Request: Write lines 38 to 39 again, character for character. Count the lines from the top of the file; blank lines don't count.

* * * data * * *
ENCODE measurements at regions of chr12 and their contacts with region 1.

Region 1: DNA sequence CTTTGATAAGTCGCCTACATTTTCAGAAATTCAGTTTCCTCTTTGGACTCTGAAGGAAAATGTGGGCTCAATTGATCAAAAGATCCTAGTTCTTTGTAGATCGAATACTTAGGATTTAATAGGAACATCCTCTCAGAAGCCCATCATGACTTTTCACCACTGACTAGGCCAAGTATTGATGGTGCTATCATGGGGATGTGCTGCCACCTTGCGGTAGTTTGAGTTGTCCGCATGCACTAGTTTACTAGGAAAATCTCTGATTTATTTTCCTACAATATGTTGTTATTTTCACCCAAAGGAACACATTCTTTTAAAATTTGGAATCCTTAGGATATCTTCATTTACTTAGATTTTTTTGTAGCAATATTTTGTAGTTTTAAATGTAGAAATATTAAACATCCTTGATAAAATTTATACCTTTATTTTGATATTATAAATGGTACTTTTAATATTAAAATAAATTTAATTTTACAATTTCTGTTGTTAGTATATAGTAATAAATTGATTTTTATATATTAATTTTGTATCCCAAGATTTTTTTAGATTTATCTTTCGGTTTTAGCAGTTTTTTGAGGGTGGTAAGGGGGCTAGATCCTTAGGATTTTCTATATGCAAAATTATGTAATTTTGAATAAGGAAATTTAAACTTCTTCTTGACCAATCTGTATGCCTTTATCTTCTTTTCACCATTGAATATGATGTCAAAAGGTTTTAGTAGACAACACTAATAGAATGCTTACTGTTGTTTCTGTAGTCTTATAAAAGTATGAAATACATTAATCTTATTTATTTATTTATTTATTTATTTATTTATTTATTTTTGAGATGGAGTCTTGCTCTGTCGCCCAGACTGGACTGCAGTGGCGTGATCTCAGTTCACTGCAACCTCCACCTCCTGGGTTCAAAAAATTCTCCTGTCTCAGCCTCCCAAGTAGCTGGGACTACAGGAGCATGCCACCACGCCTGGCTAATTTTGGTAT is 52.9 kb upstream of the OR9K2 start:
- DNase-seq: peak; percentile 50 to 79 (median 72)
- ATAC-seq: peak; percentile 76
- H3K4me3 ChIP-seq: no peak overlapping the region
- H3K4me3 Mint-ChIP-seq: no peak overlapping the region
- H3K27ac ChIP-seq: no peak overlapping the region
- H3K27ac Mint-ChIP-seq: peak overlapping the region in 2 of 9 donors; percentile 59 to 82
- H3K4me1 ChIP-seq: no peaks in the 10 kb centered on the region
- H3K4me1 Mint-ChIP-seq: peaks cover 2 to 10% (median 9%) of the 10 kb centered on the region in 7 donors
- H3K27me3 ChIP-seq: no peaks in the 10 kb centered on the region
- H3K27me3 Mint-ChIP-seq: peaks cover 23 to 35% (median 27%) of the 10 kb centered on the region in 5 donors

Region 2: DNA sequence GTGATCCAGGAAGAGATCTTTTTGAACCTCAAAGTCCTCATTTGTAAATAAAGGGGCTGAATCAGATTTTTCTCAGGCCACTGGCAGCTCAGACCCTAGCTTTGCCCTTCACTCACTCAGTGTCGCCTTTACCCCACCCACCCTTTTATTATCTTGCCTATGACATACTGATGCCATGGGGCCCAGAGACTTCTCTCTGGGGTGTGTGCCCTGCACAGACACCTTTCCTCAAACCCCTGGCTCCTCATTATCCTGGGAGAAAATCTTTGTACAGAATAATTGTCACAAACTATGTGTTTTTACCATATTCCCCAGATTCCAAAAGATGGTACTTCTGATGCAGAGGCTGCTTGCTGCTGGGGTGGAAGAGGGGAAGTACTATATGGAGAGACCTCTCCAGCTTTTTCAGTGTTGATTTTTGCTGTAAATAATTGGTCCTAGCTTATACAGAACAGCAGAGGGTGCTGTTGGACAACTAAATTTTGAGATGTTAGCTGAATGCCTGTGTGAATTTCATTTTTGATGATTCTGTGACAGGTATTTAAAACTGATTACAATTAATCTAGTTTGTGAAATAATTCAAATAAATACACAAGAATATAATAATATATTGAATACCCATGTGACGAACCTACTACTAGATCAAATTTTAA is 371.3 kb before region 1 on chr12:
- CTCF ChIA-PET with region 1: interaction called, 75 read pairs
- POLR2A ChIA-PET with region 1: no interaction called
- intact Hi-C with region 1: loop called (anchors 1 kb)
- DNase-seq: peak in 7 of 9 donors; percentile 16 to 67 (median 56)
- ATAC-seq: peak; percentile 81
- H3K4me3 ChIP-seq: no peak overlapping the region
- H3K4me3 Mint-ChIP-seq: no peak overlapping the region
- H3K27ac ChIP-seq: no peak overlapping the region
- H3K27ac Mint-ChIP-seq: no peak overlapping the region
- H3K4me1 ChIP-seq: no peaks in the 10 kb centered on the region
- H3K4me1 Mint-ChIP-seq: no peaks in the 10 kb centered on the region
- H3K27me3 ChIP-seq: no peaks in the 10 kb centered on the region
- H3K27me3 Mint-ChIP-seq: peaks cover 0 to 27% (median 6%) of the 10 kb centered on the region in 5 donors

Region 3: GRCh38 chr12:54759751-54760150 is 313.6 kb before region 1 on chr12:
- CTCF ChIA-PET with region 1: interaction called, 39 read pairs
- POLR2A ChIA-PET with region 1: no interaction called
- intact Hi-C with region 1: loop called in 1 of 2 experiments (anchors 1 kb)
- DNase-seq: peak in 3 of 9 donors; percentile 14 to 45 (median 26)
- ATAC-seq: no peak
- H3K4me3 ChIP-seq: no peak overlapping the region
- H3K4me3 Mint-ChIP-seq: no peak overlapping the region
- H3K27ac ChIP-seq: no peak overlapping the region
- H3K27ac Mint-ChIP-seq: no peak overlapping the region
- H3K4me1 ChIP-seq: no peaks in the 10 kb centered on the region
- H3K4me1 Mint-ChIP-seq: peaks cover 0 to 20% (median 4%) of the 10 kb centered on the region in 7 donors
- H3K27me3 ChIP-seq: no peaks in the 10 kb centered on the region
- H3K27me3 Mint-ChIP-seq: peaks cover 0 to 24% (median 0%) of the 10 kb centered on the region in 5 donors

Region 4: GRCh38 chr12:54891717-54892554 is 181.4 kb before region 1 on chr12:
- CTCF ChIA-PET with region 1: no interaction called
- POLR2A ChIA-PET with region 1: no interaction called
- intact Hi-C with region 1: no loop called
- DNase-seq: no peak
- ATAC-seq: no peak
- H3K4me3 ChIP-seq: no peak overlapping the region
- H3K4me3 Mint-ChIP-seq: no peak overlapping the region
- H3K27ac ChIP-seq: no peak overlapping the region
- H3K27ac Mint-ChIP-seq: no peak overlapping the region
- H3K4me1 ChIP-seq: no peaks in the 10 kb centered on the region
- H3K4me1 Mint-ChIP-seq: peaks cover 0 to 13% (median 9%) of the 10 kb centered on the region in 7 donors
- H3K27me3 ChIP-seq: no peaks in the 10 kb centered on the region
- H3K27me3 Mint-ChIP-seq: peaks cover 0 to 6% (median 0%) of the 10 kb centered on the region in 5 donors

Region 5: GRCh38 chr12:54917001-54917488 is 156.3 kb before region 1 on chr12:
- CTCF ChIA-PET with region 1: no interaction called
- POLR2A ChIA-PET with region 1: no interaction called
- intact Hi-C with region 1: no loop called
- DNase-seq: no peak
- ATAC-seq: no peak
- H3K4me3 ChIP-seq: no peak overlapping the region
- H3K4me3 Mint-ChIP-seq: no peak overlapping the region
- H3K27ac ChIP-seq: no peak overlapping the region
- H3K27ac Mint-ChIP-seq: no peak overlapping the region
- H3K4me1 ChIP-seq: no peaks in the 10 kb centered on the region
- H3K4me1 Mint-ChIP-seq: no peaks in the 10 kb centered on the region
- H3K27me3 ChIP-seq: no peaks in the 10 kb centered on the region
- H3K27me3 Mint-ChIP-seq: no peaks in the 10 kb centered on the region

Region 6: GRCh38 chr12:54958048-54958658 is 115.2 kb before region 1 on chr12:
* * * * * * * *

- H3K4me1 Mint-ChIP-seq: peaks cover 0 to 20% (median 4%) of the 10 kb centered on the region in 7 donors
- H3K27me3 ChIP-seq: no peaks in the 10 kb centered on the region